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T610 battery

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Anonymous
January 23, 2005 3:04:12 PM

Archived from groups: alt.cellular.ericsson (More info?)

Hi,

I bought T610 and have just one question - how nust I charge mobile phone
that battery last as long os possible?
- e.g.4 hours, mobile phone must be turned off, charging onlywhen it turns
off by itself ets???

Please email me at iipsa@isokn.hr
Regards

Isabella

More about : t610 battery

Anonymous
January 23, 2005 6:08:06 PM

Archived from groups: alt.cellular.ericsson (More info?)

Thus spake Isabella:
> Hi,
>
> I bought T610 and have just one question - how nust I charge mobile
> phone that battery last as long os possible?
> - e.g.4 hours, mobile phone must be turned off, charging onlywhen it
> turns off by itself ets???
>
> Please email me at iipsa@isokn.hr
> Regards
>
> Isabella

Initially charge the battery overnight a couple of times. Li ion need
charging a few times to get full capacity. Standby time should increase from
new then level off.

Li ion batteries are pretty robust in that they can withstand being charged
regularly well before they're fully discharged. There's no benefit from
running them down until the phone switches itself off for instance or always
running them down to say, one bar. Running them down low once or twice a
fortnight & recharging as desired in between is probably the best way. Don't
be a slave to a particular routine, it's not needed.

However, it was recommended to always charge the battery with the phone
switched on with earlier models so the phone's electronics & not just the
chip in the battery can intelligently manage charging. I don't know if this
still applies to current SE models but I would still assume so & always (or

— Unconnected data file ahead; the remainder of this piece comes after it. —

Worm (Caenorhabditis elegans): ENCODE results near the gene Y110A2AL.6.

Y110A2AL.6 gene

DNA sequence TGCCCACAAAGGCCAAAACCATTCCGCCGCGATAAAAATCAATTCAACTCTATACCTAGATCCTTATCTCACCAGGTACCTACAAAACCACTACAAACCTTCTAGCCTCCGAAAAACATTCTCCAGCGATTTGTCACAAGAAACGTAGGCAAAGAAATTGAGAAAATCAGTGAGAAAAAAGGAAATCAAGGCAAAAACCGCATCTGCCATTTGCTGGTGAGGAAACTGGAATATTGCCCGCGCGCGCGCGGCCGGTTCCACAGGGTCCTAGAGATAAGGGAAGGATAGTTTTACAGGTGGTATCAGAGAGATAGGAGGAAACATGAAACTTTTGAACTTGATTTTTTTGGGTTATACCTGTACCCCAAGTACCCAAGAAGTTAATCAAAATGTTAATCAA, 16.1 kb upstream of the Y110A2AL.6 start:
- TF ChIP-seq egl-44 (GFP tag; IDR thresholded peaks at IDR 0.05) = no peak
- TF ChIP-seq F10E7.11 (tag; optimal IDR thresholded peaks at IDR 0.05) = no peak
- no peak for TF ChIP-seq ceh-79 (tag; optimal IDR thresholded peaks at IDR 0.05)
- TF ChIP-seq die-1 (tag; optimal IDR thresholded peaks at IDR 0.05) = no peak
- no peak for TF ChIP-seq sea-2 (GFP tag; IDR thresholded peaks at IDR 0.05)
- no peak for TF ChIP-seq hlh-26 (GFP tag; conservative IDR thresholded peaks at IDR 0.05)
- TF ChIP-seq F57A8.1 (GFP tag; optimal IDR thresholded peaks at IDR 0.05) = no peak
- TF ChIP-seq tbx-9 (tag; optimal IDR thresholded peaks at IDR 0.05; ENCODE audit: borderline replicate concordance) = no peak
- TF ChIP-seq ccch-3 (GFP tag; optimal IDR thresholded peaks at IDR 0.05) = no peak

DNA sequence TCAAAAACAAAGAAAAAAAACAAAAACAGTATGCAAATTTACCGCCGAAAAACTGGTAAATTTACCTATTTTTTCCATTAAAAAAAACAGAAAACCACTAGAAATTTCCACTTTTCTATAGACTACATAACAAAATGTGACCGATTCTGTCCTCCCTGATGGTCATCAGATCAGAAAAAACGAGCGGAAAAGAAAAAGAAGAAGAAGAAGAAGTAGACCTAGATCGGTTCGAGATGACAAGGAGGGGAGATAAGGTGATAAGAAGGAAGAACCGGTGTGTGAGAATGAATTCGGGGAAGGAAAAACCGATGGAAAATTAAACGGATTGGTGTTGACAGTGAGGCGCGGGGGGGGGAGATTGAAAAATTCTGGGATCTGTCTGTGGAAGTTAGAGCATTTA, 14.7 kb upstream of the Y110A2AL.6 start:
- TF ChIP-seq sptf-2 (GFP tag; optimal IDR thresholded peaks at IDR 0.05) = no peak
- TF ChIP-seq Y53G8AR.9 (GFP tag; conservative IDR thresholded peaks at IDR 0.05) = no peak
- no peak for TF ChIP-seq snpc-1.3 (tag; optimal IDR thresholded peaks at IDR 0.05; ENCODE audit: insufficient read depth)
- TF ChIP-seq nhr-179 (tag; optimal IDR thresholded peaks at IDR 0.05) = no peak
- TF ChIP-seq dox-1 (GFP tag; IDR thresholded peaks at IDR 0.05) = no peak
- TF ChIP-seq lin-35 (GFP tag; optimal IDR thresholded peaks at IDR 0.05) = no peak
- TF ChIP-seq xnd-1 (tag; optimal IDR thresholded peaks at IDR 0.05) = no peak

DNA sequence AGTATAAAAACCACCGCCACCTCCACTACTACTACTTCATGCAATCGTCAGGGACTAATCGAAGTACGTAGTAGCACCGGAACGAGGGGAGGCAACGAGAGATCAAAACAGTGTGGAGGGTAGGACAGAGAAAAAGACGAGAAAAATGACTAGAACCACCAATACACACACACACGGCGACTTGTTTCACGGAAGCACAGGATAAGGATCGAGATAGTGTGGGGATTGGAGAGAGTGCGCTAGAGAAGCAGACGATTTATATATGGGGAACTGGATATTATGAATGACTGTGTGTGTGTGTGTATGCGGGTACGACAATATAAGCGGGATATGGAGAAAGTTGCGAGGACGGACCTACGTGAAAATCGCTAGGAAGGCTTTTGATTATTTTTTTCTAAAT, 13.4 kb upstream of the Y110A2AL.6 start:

mostly) charge with the T610 powered up.

I can't comment on how repeated charging from a car's lighter socket will
effect how long the battery will last before it noticeably drops standby
time, I've heard they recharge far quicker by design but may stress the
battery in the process. Li ion batteries do wear out gracefully I hear - no
sudden death.

The connector on the bottom of SE phones isn't their best design feature -
if the phone doesn't seem to be charging when 1st plugged in, rock the
connector up & down gently.
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January 24, 2005 12:03:43 AM

Archived from groups: alt.cellular.ericsson (More info?)

On Sun, 23 Jan 2005 15:08:06 -0000, "Paul Busby" <me@privacy.net>
wrote:

>Initially charge the battery overnight a couple of times.

Not needed, applies to NiMH.


>Running them down low once or twice a
>fortnight & recharging as desired in between is probably the best way.

No, it's not a good idea. You'll shorten the life expectancy or even
damage the cell. Although it's true if you're talking about a NiMH
battery.


>However, it was recommended to always charge the battery with the phone
>switched on with earlier models so the phone's electronics & not just the
>chip in the battery can intelligently manage charging. I don't know if this
>still applies to current SE models but I would still assume so & always (or
>mostly) charge with the T610 powered up.

???? The phone is not totally turned off and the recharging
electronics in phone is, OF COURSE, always running, with the phone on
OR off.


>I can't comment on how repeated charging from a car's lighter socket will
>effect how long the battery will last before it noticeably drops standby